• Line of Sight to the Plan: This may sound elementary, but your action steps need to be tied directly to your Plan.   I can’t tell you how many times I’ve witnessed people who had great goals but then were engaging in activities that did not have a direct line of sight back to their Personal Leadership Growth Plan.  The result of that is they get down the road a bit and then wonder why they haven’t realized any change or improved results.  Sometimes the most obvious things are neglected.  Make sure you tie your action steps directly to your plan and do them, plain and simple.
  • Focused on and supportive of plan results: Having desired results that drive the plan is what differentiates action steps from mere activities.  Personal Leadership Growth Plans are goal oriented and therefore the action steps that derive from them are focused on and supportive of the desired results. A good way to make sure this is happening is when you devise your action steps, answer this question for each action item:  how does this action support the results I desire that drive my Personal Leadership Growth Plan?  And, when you’re engaging in those actions, make it a point to remember how they support your goals as you reinforce yourself being on the right track.  You can’t go wrong if you focus on and engage in the execution of the action steps that support your Personal Leadership Growth Plan.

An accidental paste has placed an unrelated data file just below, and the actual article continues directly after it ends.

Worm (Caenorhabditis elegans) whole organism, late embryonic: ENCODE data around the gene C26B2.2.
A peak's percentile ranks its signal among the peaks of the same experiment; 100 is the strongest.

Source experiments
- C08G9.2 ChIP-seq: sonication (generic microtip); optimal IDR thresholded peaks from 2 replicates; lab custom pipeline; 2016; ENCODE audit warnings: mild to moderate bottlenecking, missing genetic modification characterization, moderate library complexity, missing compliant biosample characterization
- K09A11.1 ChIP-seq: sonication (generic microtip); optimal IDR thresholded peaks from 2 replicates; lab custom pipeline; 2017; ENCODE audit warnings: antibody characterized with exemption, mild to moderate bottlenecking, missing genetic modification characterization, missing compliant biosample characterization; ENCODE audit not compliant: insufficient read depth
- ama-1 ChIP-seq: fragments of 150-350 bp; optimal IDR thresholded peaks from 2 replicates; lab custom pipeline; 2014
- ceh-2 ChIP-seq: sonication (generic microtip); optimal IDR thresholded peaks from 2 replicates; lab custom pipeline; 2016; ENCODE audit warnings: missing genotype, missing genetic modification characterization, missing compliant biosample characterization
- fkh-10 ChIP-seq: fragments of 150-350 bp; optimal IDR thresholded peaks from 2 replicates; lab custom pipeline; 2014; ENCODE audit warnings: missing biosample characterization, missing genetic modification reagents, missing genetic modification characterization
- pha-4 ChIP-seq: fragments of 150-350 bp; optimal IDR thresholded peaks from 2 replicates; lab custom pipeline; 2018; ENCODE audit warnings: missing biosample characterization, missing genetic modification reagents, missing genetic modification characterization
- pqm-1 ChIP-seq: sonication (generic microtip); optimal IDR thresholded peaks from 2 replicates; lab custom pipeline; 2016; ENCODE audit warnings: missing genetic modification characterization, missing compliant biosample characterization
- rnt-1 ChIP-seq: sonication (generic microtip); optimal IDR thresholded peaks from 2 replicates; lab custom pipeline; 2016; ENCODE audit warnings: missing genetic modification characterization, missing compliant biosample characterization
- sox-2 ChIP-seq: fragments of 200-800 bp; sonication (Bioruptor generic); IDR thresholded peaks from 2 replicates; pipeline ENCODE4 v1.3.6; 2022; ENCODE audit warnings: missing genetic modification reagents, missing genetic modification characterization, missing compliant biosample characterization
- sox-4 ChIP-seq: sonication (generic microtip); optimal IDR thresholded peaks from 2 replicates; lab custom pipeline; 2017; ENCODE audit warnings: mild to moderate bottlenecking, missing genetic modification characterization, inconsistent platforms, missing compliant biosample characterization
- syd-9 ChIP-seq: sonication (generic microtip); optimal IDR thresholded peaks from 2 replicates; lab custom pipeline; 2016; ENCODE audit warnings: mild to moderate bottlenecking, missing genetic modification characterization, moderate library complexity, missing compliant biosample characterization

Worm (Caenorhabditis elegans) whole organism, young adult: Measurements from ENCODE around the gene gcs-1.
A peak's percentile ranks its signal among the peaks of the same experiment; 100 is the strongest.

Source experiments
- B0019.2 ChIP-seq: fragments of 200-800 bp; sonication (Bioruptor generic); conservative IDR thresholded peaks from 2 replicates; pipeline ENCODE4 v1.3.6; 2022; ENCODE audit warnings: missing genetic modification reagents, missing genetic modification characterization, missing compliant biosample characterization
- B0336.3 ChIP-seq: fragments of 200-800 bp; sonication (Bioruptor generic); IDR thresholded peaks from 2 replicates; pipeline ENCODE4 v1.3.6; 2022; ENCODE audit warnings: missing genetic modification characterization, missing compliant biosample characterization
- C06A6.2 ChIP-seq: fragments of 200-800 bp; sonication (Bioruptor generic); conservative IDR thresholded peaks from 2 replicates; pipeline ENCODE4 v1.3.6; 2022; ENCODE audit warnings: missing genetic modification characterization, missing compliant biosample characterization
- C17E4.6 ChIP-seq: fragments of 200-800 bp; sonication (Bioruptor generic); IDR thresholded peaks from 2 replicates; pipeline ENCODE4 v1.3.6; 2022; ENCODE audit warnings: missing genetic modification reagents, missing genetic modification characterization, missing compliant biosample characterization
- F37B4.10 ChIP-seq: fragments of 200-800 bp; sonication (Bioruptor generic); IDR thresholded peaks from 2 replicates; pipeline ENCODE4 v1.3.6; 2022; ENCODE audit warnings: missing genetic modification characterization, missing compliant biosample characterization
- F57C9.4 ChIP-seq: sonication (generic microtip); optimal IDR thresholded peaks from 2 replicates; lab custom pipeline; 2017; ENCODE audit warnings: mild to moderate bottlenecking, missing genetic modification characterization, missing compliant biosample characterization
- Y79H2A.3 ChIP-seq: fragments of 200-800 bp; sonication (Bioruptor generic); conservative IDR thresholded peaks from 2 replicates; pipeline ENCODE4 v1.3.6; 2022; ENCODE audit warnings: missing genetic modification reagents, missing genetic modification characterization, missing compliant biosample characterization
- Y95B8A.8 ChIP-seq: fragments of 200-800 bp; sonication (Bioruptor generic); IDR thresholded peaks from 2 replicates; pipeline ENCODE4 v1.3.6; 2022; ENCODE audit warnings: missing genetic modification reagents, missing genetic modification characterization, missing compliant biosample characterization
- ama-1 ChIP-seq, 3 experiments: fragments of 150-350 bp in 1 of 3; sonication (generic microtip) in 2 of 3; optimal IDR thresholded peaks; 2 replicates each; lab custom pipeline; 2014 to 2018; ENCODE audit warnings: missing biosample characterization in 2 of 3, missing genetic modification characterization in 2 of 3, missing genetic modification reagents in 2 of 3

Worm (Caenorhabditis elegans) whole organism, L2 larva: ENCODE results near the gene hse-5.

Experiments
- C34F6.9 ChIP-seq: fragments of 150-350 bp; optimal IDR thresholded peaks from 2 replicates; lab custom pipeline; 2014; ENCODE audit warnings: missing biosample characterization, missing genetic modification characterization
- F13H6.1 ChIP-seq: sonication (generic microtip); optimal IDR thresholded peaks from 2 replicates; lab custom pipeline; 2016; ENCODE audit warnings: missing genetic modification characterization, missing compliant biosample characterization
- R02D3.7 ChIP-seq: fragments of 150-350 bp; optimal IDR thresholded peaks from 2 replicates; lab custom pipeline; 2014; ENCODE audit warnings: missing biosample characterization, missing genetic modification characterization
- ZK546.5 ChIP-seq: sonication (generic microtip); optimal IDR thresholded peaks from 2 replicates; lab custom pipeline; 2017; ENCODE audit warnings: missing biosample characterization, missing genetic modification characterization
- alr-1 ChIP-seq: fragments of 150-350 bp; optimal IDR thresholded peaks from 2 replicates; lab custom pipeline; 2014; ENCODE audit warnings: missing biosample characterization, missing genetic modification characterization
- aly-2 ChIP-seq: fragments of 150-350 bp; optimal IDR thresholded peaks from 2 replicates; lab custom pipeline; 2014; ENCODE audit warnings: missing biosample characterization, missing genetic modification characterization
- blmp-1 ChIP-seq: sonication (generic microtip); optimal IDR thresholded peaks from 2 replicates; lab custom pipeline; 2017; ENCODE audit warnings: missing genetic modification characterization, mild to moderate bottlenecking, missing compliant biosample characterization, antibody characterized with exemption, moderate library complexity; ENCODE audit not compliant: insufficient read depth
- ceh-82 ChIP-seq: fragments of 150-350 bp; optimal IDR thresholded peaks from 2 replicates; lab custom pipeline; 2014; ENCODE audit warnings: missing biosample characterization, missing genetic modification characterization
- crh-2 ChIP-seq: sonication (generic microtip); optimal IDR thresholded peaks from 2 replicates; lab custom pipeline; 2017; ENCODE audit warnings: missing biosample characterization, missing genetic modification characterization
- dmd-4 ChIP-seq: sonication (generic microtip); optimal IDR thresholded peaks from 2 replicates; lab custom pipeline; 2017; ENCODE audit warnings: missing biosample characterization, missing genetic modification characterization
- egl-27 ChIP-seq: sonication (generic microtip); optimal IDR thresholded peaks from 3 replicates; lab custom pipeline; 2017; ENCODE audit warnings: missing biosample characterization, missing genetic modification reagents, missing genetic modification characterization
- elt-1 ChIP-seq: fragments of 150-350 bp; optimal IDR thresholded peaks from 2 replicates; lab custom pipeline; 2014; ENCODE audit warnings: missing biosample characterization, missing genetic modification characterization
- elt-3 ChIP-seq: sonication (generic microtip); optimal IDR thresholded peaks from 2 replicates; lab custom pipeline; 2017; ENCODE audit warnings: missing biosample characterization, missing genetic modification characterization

• Time limits and milestones: This is covered under the SMART acronym but because I think the lack of this feature is often a major culprit in dooming many plans before they get any traction, I am singling it out here.  If we don’t put a time limit by which we will take action or include milestones/checkpoints along the way so we can pause and see how we are doing in our actions, we probably won’t take action at all.  Other pressing matters will steal our attention.  We’ll get caught up in the urgent and leave the important (like our personal and professional growth) out in the cold.  We’ll be reacting to our environment instead of being a force in it.  Therefore, we need to make sure those plans don’t sit on a computer somewhere, taking up space on a server or hard drive rather than in our lives.  To ensure our actions actually take place, we need to establish due dates, checkpoints and timelines for them.
  • Prioritize, Prioritize, Prioritize! If it is location, location, location in real estate, then I think it’s prioritize, prioritize, prioritize in personal leadership.  I heard Albert Einstein once said “the only reason time exists is so everything doesn’t happen all at once.”  Without prioritization of action steps it can seem as if everything is happening at all at once leaving us unsure of what to do next.  That’s why when creating our plans, prioritizing our action steps is so vital.  By predetermining which steps come first and in what order we stand a better chance of putting them into action since that decision would have already been made beforehand and not in the heat of the moment when the world and all of its demands come bearing down on us.  After all, that’s one of the hallmarks of being a great leader:  the ability to prioritize.  If we believe we can prioritize for our team or our organization, we should be able to prioritize for our Personal Leadership growth and the more we exercise the prioritization muscle in our actions, the more developed it will become.  Don’t forget prioritization when taking action.